In any event, workers have had enough. “Foxconn really messed up, I don’t think a lot of people would want to go back,” said Dong Wanwan, a 20-year-old worker, who fled the Zhengzhou plant with her 19-year-old brother and walked 25 miles to get home. “I know I wouldn’t.”
Dong and her brother walked away—literally and figuratively—from one of the best-paying blue-collar jobs in China, and this suggests China’s strict worker controls are unsustainable. In May, Quanta Computer, which makes Apple’s MacBook, was hit by worker discontent due to another closed-loop system.
The disruption could not come at a worse time for Apple. The Zhengzhou factory, which employs about 200,000 people, would normally be operating at full-speed for the Christmas season. “A person with direct knowledge of the matter” told Reuters that the production of iPhones could fall “by as much as 30%” at the Zhengzhou plant. Foxconn says production there was, in the words of Reuters, “normal.”
“Normal”? In China, operating below capacity is now common. “COVID-control and other rules have for months crippled export-oriented factories in China,” says Jonathan Bass, a manufacturing expert at InfraGlobal Partners, to 1945. “American consumer electronic companies are critically reliant on subcontractors and assemblers in China and are now having major supply-chain problems in that country.”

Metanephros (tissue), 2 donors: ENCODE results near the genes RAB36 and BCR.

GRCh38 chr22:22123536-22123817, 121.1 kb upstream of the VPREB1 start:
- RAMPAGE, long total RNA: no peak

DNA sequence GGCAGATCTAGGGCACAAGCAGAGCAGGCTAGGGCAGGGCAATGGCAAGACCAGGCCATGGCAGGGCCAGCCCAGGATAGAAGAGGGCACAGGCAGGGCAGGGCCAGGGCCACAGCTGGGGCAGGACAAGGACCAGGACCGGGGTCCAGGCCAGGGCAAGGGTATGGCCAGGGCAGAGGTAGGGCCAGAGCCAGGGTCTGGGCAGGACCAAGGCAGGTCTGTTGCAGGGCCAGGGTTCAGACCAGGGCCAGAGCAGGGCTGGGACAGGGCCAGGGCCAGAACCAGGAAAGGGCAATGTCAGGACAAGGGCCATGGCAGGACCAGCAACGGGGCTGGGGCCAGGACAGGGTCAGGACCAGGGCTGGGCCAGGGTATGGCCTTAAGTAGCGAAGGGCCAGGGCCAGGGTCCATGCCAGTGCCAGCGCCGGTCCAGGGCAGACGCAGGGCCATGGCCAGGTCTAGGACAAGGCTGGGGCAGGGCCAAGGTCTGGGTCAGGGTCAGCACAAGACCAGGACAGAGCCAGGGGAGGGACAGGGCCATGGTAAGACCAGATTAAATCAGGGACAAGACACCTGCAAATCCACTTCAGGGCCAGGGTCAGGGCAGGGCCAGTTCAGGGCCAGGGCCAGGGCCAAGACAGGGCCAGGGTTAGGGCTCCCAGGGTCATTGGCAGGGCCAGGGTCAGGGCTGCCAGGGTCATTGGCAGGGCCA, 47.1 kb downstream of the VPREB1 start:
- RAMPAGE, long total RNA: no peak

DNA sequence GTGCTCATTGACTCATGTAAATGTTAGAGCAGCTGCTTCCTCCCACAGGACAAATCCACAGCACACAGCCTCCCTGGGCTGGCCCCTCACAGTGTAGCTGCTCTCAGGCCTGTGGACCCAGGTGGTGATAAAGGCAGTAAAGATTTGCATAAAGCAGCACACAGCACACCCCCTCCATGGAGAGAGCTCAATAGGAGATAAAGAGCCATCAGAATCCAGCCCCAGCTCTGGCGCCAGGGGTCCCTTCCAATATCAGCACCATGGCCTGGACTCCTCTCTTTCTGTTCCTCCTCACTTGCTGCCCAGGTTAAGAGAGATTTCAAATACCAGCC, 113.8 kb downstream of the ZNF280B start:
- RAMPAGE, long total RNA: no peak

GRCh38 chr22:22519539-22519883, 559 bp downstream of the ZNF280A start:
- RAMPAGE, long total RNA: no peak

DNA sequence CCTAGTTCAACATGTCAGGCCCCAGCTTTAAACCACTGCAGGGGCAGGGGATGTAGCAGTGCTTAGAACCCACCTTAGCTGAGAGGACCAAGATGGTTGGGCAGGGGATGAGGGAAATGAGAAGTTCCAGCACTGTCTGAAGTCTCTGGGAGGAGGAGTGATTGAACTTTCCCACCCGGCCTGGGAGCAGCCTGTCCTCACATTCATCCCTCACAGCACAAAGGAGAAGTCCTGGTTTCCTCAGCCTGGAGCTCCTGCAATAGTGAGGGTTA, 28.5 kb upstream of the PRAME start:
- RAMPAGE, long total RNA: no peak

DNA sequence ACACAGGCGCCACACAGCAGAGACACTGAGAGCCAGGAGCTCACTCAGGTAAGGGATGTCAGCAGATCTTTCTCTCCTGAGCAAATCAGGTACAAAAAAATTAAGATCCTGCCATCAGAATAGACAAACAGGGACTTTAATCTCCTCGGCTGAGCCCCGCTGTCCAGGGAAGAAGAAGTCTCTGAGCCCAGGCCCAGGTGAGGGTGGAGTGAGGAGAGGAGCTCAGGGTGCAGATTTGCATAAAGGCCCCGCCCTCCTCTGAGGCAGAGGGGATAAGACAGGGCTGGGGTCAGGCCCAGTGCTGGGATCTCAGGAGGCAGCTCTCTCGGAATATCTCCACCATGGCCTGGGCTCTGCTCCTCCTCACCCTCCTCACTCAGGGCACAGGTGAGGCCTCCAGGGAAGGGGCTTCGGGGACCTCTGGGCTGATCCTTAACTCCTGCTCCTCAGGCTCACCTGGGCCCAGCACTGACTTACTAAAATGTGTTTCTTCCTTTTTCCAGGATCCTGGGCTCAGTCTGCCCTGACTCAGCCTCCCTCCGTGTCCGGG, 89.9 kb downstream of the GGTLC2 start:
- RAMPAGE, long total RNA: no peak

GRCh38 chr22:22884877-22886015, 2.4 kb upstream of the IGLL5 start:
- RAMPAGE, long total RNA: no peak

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Since the early months of the pandemic, the Party has made the number of China’s infections and deaths a measure of its effectiveness. Unrelenting propaganda maintains the line that Chinese communism is superior to American democracy because China has been better able to control the disease.
Therefore, every case of coronavirus in China is considered by the Communist Party as a threat to its rule. It does not matter whether disease-control measures make economic sense. This has become a matter of regime legitimacy.
The Party, at least up to now, has thought it could continue its oppressive system indefinitely, but the defiance of angry workers from Zhengzhou—and the broad support they received from society—show us the Chinese people have had enough.
The CCP’s obsession with the appearance of zero COVID isn’t just focused on the Foxconn plant, of course: Chinese ‘Zero-COVID’ Hell: The Bleakness in the East.
● October 26th: The end of Apple’s affair with China.
● September 5th: China’s Economy is Headed for One of the Largest Meltdowns Ever.
● July 6th: Business Exit from China Accelerating. “The exit from China makes sense for many businesses and will probably have positive geopolitical consequences as the U.S. becomes less dependent on production in a communist regime. But the fundamental transportation problems the U.S. faces will remain the same, and some might even get worse.”
● November 13th, 2019: How to Conduct Business with Chinese Companies That See a Dark Future.